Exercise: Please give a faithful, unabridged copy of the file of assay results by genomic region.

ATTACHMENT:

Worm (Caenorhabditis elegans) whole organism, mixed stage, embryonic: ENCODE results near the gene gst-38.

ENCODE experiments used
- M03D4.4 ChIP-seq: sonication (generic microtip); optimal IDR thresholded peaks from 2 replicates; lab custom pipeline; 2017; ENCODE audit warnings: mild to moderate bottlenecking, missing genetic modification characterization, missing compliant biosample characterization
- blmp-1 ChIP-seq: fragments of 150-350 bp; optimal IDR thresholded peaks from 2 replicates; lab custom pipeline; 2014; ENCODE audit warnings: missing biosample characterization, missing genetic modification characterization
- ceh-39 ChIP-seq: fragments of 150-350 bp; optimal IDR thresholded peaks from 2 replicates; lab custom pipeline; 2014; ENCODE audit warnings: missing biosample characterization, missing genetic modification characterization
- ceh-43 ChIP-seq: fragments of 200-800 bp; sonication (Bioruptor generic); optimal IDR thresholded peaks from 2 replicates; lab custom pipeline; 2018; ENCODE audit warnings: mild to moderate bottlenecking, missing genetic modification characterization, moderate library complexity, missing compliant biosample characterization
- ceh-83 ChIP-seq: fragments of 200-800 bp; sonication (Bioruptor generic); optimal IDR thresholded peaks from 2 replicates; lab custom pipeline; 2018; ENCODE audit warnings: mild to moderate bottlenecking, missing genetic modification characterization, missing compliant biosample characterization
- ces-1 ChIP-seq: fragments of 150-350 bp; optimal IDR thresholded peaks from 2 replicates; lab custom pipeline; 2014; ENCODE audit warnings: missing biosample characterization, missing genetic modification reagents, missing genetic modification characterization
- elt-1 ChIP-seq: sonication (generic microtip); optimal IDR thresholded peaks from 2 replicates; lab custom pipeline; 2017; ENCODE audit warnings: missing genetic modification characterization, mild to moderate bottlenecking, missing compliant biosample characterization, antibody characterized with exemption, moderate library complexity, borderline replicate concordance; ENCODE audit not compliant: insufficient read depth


Worm (Caenorhabditis elegans) whole organism, mixed stage, embryonic: ENCODE results near the gene gst-38.

ENCODE experiments used
- M03D4.4 ChIP-seq: sonication (generic microtip); optimal IDR thresholded peaks from 2 replicates; lab custom pipeline; 2017; ENCODE audit warnings: mild to moderate bottlenecking, missing genetic modification characterization, missing compliant biosample characterization
- blmp-1 ChIP-seq: fragments of 150-350 bp; optimal IDR thresholded peaks from 2 replicates; lab custom pipeline; 2014; ENCODE audit warnings: missing biosample characterization, missing genetic modification characterization
- ceh-39 ChIP-seq: fragments of 150-350 bp; optimal IDR thresholded peaks from 2 replicates; lab custom pipeline; 2014; ENCODE audit warnings: missing biosample characterization, missing genetic modification characterization
- ceh-43 ChIP-seq: fragments of 200-800 bp; sonication (Bioruptor generic); optimal IDR thresholded peaks from 2 replicates; lab custom pipeline; 2018; ENCODE audit warnings: mild to moderate bottlenecking, missing genetic modification characterization, moderate library complexity, missing compliant biosample characterization
- ceh-83 ChIP-seq: fragments of 200-800 bp; sonication (Bioruptor generic); optimal IDR thresholded peaks from 2 replicates; lab custom pipeline; 2018; ENCODE audit warnings: mild to moderate bottlenecking, missing genetic modification characterization, missing compliant biosample characterization
- ces-1 ChIP-seq: fragments of 150-350 bp; optimal IDR thresholded peaks from 2 replicates; lab custom pipeline; 2014; ENCODE audit warnings: missing biosample characterization, missing genetic modification reagents, missing genetic modification characterization
- elt-1 ChIP-seq: sonication (generic microtip); optimal IDR thresholded peaks from 2 replicates; lab custom pipeline; 2017; ENCODE audit warnings: missing genetic modification characterization, mild to moderate bottlenecking, missing compliant biosample characterization, antibody characterized with exemption, moderate library complexity, borderline replicate concordance; ENCODE audit not compliant: insufficient read depth